Donald Trump speaking at CPAC 2011 in Washington, D.C. Photo: Gage Skidmore via Flickr (CC BY-SA)
Two minute hate? Trump, the enemy at the gates of US corporate power
11th April 2016
There are many good reasons to criticise Donald Trump, writes John McMurtry. But none of these matter to the US media, political and corporate powers determined to keep him out of the White House. With his radical talk of halving military spending, controlling Big Pharma and exiting 'free trade' agreements, Trump is a direct threat to the parasite capitalism that's destroying America.
Trump's policies threaten the ruling money interests of America that depend on the superpower public purse to multiply their wealth. This is the real establishment interest that has evaded the glare of publicity and critique.
On the face of it, Trump is Reagan on steroids. His towering size, his nativist US supremacism, his down-home talk, and his reality-show confidence make him ideal for the role of bullying and big lies from the Oval Office.
He is America come to meet itself in larger-than-life image to rejuvenate it as its pride slips away in third-world conditions and a multi-polar world. He is America come to meet itself in larger-than-life image to rejuvenate it as its pride slips away in third-world conditions and a multi-polar world.
While Trump's narrative is that the American Dream seeks recovery again, the dominant media and political elite relentlessly denounce him as an implicit fascist and disastrous fake.
Something deeper is afoot. An untapped historic resentment is boiling up from underneath which has long been unspeakable on the political stage. Trump has mined it and proposed a concrete solution always denied of his candidacy.
From his promise to halve the Pentagon's budget to getting the Congress off corporate-donation payrolls, the public money that the big corporate lobbies stand to lose from a Trump presidency are off the charts. But his attackers dare not recognize these explosive issues because they are all part of the problem.
The public money stakes may be bigger than the US corporate stakes behind the foreign wars the US state has initiated since 1991. The takeaway promised by Trump's policies threaten almost every big lobby now in control of US government purse strings. It grounds in the military-industrial complex spending close to $2,000,000,000 a day for its endless new untested weapons and foreign wars both of which Trump opposes.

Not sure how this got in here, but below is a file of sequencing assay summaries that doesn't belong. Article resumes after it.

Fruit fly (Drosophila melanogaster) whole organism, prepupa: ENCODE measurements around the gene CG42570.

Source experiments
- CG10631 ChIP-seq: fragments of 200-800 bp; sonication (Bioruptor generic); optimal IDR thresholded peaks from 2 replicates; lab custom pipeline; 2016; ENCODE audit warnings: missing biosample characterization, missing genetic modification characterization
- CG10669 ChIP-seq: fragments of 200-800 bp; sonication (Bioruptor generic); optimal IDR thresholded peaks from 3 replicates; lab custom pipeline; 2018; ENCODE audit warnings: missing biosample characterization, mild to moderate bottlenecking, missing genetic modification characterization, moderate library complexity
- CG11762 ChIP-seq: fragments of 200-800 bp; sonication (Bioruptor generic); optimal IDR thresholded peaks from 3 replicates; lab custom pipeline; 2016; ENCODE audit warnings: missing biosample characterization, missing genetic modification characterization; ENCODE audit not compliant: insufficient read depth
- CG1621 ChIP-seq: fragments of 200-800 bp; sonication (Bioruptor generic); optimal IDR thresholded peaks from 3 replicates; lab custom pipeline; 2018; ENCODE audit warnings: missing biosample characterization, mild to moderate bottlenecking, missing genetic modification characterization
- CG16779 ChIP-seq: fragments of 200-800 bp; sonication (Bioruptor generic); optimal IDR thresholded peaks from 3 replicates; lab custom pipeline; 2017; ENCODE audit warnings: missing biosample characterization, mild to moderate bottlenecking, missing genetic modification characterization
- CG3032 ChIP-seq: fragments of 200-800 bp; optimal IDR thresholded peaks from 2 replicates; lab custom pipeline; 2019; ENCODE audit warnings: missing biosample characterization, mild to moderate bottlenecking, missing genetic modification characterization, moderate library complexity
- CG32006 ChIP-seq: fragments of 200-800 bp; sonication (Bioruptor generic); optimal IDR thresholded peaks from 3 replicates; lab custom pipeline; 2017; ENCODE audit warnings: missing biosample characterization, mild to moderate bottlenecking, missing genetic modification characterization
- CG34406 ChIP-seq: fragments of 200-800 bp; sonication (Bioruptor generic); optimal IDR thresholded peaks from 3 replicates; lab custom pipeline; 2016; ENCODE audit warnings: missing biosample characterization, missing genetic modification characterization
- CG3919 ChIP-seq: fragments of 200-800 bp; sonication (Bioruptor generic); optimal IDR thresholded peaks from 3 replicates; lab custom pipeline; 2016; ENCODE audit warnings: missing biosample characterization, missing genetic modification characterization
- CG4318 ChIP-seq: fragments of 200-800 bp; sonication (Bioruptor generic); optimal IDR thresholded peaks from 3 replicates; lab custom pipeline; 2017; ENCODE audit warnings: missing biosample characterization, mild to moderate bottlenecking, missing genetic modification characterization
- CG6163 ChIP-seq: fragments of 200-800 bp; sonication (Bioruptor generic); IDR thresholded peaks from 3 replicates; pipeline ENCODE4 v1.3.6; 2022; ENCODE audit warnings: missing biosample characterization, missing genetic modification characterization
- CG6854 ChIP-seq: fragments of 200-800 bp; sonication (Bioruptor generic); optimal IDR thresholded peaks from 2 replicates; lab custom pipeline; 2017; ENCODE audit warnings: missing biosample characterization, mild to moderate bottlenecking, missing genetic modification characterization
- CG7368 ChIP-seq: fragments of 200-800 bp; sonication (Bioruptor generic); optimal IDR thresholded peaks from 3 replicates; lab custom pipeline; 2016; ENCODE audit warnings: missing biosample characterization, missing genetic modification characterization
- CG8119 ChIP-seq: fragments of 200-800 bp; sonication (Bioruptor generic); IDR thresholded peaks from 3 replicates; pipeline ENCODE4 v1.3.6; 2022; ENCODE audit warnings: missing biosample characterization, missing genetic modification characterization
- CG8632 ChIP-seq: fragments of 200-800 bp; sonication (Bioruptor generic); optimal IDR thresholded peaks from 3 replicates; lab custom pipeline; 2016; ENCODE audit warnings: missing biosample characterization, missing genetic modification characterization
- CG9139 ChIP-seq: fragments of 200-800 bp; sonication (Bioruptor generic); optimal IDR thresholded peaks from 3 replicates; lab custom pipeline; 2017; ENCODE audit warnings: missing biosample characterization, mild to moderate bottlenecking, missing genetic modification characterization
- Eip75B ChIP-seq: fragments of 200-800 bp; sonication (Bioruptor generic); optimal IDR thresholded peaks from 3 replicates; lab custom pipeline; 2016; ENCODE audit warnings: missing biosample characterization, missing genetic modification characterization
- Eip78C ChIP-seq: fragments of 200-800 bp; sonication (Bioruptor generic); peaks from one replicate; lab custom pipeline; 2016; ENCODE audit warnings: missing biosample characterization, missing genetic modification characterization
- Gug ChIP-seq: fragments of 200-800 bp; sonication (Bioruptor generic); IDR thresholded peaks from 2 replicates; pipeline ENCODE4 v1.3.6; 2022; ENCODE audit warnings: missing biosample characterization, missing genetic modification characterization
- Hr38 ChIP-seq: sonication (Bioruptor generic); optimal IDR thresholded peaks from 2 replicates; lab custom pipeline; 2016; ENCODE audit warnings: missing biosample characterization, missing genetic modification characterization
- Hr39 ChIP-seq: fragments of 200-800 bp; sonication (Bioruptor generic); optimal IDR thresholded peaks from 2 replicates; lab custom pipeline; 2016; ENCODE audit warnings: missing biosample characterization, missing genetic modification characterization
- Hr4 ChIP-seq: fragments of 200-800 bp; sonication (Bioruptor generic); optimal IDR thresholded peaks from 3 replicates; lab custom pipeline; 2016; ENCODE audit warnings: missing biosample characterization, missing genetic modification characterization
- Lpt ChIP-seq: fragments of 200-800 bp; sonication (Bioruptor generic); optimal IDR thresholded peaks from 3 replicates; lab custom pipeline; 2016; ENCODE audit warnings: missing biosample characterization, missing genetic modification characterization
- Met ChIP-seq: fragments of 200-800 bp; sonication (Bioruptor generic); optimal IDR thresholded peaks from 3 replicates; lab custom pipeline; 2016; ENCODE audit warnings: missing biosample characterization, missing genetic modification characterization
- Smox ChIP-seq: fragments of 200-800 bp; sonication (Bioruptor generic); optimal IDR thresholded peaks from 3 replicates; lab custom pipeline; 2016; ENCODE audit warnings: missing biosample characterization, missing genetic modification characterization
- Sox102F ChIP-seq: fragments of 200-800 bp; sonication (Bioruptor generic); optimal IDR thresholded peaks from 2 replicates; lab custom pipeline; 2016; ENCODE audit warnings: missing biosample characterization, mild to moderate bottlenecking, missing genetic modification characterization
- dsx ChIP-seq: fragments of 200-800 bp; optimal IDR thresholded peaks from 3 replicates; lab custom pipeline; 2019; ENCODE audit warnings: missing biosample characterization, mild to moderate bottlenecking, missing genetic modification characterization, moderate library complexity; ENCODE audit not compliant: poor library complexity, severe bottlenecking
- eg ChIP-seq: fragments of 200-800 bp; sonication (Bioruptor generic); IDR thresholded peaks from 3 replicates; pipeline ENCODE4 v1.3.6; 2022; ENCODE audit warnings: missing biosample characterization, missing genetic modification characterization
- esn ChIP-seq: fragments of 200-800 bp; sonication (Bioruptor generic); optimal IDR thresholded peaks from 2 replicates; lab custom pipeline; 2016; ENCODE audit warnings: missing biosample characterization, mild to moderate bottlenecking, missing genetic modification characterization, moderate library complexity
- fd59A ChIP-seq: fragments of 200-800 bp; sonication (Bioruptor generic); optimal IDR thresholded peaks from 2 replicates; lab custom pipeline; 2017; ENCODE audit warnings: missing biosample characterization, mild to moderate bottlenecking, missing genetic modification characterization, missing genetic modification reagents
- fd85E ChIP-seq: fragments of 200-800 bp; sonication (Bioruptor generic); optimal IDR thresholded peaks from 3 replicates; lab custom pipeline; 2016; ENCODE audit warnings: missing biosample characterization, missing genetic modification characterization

But the cut-off of hundreds of billions of public giveaways to the Big Corps do not end here. They hit almost every wide-mouthed transnational corporate siphon into the US Treasury, taxpayers' pockets and the working majority of America.
Masses of American citizens increasingly without living wages and benefits and in increasing public squalor and insecurity are paying attention to what the political establishment and corporate media have long buried and continue to silence. Trump has raised the great dispossession from impotence into the establishment's face, and this is why he is a contagion on the American political scene.
The attacks on his campaign
He is pervasively mocked, accused and slandered in non-stop public fireworks of ad hominem hits, but the counter-attacks never engage what Trump has set his sights on - the long stripping of America by cancer stage corporate globalization selecting for the limitless enrichment of the very rich living off an ever-growing take from public coffers and the impoverishment of America's working people.
A primal rage unites the political establishment across party lines, but they can't say why. No defaming scorn and abuse is off limits, but Trump's underlying betrayal of the ruling game remains unspeakable on the stage. The electoral dynamite of all the Americans who have lost all their good blue-collar jobs, social benefits and public infrastructures is recognized only in class condescension.
But the facts cannot be denied of a corporate globalization effectively stripping the lower middle classes and the public realm itself with no-one in Washington establishment saying a word against the greatest transfer of wealth to the 1% in history. Trump may deserve back as bad he gives. But this understanding keeps our eyes on the ego-contest which is the standard spectacle to avoid the real issues.
The personal attacks only tells us how deep the rupture has become between Trump's campaign and the establishment on the issues kept out of sight. This is why the corporate politicians and media are almost as wound into one-way demonization of Trump as they are when they beat the drums of war against a designated Enemy abroad.
In the end, it may get to him - as when he tries to find angry millions again from onside with an evangelical trumpet of abortion-is-murder just before the primary in Wisconsin. Trump is a shameless opportunist, no doubt. Yet we continue to revolve within an ad hominem circle until we go deeper than the establishment morality tale of the evil of the stigma object - the oldest propaganda trick in the book.
The major money interests that are really at stake in the conflict between Trump and the political-economic establishment remain unconnected and blocked out. 'Who will stop Trump?' is not only now asked across America, but the world's media in China too.
But nothing is less talked about than the globally powerful interests he has promised to rein back from the public troughs bleeding the country's capacities to build for and to employ its people. On this topic, there is only silence or abusive distortion frothing from the mouth.
Joining the dots of the Great Silence